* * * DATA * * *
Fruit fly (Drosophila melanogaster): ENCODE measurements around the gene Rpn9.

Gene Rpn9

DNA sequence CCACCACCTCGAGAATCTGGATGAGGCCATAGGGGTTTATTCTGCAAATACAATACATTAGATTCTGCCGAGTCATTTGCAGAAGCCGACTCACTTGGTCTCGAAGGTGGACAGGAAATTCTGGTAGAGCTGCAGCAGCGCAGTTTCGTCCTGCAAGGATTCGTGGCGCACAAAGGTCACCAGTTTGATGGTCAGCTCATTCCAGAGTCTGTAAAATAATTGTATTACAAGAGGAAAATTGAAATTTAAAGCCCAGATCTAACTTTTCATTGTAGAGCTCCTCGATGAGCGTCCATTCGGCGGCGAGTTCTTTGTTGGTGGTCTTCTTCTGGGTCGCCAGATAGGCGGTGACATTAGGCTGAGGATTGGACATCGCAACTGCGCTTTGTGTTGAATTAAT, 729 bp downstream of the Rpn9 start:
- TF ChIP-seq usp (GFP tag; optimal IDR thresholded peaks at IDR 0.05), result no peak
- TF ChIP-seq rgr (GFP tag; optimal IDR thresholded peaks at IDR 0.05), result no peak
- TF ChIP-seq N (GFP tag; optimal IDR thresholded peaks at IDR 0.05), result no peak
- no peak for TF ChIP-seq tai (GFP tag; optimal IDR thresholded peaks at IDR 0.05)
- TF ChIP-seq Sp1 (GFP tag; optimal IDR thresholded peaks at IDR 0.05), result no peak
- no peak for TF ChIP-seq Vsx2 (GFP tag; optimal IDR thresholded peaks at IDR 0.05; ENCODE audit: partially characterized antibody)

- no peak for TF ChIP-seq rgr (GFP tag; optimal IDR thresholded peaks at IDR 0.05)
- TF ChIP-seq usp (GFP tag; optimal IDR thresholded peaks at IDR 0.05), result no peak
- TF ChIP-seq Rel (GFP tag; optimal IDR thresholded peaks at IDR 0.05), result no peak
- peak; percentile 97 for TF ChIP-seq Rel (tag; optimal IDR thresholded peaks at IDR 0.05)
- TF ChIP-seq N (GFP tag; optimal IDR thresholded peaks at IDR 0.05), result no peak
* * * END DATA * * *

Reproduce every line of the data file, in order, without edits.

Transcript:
Fruit fly (Drosophila melanogaster): ENCODE measurements around the gene Rpn9.

Gene Rpn9

DNA sequence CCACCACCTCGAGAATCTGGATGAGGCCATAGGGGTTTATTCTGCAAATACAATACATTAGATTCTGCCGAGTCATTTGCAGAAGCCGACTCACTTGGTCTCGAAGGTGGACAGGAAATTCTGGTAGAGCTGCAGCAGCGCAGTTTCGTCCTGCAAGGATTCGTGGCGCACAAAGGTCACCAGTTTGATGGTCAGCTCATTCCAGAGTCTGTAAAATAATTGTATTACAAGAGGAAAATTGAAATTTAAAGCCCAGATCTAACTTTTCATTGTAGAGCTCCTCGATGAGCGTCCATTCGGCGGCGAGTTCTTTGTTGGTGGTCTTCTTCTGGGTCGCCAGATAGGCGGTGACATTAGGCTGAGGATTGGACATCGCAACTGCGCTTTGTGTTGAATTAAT, 729 bp downstream of the Rpn9 start:
- TF ChIP-seq usp (GFP tag; optimal IDR thresholded peaks at IDR 0.05), result no peak
- TF ChIP-seq rgr (GFP tag; optimal IDR thresholded peaks at IDR 0.05), result no peak
- TF ChIP-seq N (GFP tag; optimal IDR thresholded peaks at IDR 0.05), result no peak
- no peak for TF ChIP-seq tai (GFP tag; optimal IDR thresholded peaks at IDR 0.05)
- TF ChIP-seq Sp1 (GFP tag; optimal IDR thresholded peaks at IDR 0.05), result no peak
- no peak for TF ChIP-seq Vsx2 (GFP tag; optimal IDR thresholded peaks at IDR 0.05; ENCODE audit: partially characterized antibody)

- no peak for TF ChIP-seq rgr (GFP tag; optimal IDR thresholded peaks at IDR 0.05)
- TF ChIP-seq usp (GFP tag; optimal IDR thresholded peaks at IDR 0.05), result no peak
- TF ChIP-seq Rel (GFP tag; optimal IDR thresholded peaks at IDR 0.05), result no peak
- peak; percentile 97 for TF ChIP-seq Rel (tag; optimal IDR thresholded peaks at IDR 0.05)
- TF ChIP-seq N (GFP tag; optimal IDR thresholded peaks at IDR 0.05), result no peak